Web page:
In this state an equitable right may be enforced in a court of law. This principle applies to a proceeding in subrogation. (Offer v. Superior Court, 194 Cal. 114, 228 P. 11; 4 Witkin, Summary of Cal.Law, Equity, s 89, p. 2864.) Appellant cites several suits in equity in which subrogation was allowed (Elbert, Ltd. v. Federated Income Properties, 120 Cal.App.2d 194, 261 P.2d 743 (partition); Kenney v. Kenney, 97 Cal.App.2d 60, 217 P.2d 151 (divorce); Shaffer v. McCloskey, 101 Cal. 576, 36 P. 196 (suit to revive mortgage)), and argues that a suit in equity is necessary to establish a right by way of subrogation. But the cases do not say anything to justify the proposition that a separate suit in equity is required. The statement in Meyers v. Bank of America, etc., Assn., 11 Cal.2d 92, at page 96, 77 P.2d 1084, at page 1086, that one asserting a right of subrogation ‘must first show a Right in equity to be entitled to such subrogation,’ does not mean, as we construe the case, that he must file a preliminary suit and prosecute it to favorable judgment before putting forth his claim to subrogation. It means, rather, that it is a prerequisite for one who asserts a right to subrogation to demonstrate superior equity of his claim.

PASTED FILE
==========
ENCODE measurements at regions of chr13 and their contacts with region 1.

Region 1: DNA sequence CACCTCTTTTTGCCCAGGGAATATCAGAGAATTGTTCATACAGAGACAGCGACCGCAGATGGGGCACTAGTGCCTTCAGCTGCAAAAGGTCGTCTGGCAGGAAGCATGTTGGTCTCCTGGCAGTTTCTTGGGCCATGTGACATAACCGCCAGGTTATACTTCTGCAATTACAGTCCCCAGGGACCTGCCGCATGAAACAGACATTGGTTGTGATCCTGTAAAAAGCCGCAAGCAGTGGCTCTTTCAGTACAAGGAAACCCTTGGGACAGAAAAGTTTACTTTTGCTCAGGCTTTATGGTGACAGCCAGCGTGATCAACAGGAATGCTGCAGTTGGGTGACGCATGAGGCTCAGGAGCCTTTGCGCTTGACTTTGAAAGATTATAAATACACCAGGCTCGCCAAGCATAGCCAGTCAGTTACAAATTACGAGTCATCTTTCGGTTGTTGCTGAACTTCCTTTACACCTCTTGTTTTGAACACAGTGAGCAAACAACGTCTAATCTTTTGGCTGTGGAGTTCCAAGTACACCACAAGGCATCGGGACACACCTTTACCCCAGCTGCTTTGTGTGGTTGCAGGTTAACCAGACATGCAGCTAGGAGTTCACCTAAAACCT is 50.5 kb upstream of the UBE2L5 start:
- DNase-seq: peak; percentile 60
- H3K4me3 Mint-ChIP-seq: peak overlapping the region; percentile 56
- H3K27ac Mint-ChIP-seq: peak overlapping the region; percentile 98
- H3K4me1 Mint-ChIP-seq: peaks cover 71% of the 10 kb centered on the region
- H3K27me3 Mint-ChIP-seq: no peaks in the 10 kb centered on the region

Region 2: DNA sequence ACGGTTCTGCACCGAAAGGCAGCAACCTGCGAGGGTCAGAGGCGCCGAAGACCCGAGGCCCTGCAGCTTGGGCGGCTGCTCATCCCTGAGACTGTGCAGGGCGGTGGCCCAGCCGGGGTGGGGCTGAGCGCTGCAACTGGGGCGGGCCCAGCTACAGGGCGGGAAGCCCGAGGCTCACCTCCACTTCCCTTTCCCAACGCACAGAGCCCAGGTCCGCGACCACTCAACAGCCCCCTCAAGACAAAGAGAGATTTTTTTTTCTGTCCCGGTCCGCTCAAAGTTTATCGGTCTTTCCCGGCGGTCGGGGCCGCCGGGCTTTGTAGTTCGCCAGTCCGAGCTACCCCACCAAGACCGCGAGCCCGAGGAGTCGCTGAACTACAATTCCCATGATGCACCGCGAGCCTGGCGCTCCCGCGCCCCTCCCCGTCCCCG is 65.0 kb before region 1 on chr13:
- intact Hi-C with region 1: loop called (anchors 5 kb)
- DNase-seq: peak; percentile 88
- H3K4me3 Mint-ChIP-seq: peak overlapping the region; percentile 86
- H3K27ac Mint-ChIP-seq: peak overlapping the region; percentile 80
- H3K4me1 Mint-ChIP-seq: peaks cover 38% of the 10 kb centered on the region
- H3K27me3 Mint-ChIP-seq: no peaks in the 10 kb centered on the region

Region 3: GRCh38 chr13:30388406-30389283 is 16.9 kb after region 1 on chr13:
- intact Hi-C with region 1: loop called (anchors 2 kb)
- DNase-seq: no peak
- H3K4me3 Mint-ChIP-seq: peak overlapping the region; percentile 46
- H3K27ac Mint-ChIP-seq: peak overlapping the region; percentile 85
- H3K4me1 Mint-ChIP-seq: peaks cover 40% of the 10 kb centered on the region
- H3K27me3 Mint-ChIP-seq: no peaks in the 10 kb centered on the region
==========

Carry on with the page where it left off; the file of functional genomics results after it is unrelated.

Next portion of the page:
Appellant cites Jack v. Wong Shee, 33 Cal.App.2d 402, 92 P.2d 449, for the proposition that the right of subrogation is not one which a party may assert by his own action, but which must be asserted in a civil action. But this does not mean that it must be established in a suit in equity. In fact, the Jack case cites, at page 411, 92 P.2d 449, for the proposition itself, Offer v. Superior Court, supra, 194 Cal. 114, 117, 228 P. 11, which recognizes the availability of subrogation in actions at law.